Azure Blockchain Tokens Part 2: Managing Accounts

>>Hello, everyone. Welcome to
another episode of Block Talk,
and today we have a special
guest with us Greg Cignavitch,
who is a Senior Software
Engineer on the team.
Greg what are you going to
talk to us about today?
>>Today we’d like to talk about
Azure Blockchain Tokens
Account Management.
>>Awesome. So account management
seems like a pretty complex topic,
what exactly does that entail
for Azure Blockchain tokens?
>>So for Azure Blockchain tokens,
different users have
different levels of access
to perform different operations
within tokenized scenario.
One of the first flows
fundamental questions
that may took Blockchain scenario
is what accounts will
adjust in the ledger,
and how to manage the access of
those accounts between participants,
and how this all fits together as
a well-controlled and
well understood scenario.
>>So sounds like there’s some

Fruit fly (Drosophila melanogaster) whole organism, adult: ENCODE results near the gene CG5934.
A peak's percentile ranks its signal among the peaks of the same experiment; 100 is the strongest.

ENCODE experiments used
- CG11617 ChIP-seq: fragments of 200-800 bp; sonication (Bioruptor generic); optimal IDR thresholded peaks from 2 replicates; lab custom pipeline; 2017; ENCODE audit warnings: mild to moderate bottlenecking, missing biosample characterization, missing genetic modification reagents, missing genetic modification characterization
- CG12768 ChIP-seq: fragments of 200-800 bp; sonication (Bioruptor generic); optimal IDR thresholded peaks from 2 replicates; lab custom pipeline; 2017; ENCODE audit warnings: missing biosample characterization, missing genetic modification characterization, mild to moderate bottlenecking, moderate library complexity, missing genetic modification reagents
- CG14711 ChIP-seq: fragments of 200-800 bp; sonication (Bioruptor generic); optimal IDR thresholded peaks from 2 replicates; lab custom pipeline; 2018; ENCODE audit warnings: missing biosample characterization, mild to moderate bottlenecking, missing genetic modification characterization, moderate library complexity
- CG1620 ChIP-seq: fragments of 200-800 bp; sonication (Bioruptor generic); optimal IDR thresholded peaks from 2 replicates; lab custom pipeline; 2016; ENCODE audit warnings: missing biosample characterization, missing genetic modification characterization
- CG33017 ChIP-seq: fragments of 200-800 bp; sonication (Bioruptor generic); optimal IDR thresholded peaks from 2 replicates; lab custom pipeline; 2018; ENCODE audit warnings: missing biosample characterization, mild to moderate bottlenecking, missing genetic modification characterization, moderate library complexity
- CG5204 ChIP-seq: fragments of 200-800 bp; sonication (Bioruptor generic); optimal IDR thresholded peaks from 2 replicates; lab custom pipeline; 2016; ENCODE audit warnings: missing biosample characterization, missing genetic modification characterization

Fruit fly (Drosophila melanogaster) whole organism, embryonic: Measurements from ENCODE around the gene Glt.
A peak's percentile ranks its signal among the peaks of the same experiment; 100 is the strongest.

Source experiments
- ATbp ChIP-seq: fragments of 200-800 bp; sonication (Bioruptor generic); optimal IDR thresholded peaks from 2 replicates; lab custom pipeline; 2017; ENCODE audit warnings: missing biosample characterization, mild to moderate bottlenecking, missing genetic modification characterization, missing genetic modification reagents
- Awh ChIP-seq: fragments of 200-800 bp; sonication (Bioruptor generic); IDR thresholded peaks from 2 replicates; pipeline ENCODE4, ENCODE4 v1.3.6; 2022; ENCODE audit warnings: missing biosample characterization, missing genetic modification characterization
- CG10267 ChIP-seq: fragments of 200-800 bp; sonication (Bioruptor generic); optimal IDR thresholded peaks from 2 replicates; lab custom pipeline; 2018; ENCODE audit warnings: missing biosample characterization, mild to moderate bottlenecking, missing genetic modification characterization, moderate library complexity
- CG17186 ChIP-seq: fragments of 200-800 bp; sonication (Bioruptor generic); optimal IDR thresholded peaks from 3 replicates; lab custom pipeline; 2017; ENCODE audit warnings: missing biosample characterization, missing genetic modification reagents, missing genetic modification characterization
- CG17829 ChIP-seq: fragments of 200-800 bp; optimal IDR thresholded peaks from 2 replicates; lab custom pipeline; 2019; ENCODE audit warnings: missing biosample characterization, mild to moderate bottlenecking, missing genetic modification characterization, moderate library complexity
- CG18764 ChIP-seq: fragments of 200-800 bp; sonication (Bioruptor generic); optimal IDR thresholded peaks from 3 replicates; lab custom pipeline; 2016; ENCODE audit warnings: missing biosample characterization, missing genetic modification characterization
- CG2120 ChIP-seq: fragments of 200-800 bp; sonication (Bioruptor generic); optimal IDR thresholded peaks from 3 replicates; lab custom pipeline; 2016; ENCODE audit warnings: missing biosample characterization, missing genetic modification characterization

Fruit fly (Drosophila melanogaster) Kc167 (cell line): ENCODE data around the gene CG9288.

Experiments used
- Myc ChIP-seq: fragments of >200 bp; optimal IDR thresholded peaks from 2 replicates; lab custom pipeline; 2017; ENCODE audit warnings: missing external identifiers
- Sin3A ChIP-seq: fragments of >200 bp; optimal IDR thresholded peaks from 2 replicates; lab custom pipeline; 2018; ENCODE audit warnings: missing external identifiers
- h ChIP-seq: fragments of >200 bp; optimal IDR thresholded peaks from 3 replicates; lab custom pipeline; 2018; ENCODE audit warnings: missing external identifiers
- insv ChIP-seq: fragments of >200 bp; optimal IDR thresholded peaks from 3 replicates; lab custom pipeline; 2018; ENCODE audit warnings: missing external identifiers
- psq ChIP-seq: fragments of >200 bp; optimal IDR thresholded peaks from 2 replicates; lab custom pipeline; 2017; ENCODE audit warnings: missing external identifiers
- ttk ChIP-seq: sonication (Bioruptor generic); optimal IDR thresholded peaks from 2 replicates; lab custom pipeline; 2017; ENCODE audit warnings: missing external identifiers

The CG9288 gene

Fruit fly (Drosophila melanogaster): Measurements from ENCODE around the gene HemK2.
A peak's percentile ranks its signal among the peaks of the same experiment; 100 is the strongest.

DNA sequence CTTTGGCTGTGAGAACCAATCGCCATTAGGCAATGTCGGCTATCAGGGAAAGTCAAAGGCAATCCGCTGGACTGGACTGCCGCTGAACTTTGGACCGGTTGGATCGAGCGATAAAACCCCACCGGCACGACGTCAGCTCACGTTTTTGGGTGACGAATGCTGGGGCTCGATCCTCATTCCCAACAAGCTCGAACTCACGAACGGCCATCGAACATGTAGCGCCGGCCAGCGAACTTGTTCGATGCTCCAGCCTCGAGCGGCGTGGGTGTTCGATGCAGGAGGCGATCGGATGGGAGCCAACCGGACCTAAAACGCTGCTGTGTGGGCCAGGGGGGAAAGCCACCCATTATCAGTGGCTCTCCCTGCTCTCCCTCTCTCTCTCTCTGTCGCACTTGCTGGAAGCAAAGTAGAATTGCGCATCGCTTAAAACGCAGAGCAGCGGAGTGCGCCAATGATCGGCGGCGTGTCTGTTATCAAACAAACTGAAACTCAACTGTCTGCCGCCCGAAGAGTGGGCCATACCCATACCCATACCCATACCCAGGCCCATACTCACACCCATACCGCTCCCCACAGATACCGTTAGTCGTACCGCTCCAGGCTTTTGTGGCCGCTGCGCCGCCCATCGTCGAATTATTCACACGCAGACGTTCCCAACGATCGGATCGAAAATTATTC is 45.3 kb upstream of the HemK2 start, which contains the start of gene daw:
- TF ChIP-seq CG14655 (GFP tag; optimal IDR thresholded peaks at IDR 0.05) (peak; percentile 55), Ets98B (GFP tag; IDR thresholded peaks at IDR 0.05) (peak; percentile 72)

complex concepts in there,
like how the account ties
to the different
networks that you’re on,
and sounds like you have
to assign different users,
access to different groups as wall.
Do you mind going over some of
those complex concepts with us?
>>Absolutely. So let’s take
the high-level concepts from Azure
Blockchain tokens one by one.
The first one is Blockchain Networks.
In Azure Blockchain tokens,
the service is built to enable
cross ledger interoperability,
it can also work as a single ledger,
it’s really your choice.
So depending on whichever
set of networks you want,
you can onboard the music
connection string and then start
creating accounts and this shrink
transactions against those networks.
>>The second part is
the accounts themselves.
So once I’ve identified that the
network or networks
that I want to use,